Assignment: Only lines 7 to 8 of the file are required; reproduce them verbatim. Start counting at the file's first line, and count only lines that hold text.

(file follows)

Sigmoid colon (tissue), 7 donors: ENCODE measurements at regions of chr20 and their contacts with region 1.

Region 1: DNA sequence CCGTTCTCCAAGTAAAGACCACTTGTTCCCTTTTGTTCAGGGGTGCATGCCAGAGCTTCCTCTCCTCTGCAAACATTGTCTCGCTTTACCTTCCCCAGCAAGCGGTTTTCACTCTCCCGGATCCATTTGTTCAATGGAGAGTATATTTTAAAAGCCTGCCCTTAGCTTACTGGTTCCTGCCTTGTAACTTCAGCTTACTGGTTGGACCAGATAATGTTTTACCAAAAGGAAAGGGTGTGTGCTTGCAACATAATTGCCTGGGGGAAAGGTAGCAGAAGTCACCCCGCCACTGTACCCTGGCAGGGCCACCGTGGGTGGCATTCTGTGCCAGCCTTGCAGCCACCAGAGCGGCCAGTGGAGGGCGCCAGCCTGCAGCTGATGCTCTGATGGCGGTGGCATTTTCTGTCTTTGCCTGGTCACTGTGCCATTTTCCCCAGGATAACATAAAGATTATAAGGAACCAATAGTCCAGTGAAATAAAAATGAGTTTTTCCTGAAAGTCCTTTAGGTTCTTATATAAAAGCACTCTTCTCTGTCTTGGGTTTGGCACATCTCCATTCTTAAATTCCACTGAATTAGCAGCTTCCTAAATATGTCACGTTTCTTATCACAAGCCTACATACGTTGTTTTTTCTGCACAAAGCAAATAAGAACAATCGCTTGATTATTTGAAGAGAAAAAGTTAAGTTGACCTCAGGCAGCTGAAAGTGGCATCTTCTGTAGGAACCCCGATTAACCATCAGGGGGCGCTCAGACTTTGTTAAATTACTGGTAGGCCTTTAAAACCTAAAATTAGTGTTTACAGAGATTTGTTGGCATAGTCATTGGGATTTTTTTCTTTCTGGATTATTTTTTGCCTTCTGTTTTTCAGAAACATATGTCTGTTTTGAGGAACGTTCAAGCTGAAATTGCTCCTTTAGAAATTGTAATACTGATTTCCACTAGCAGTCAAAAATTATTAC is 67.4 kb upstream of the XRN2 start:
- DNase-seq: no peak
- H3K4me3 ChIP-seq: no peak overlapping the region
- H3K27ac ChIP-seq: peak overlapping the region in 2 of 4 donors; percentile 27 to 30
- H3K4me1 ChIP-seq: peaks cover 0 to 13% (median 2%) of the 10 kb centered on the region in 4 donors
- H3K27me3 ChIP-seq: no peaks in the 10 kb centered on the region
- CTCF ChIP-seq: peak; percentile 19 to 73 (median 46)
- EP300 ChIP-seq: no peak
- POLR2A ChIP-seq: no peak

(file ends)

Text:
- H3K27me3 ChIP-seq: no peaks in the 10 kb centered on the region
- CTCF ChIP-seq: peak; percentile 19 to 73 (median 46)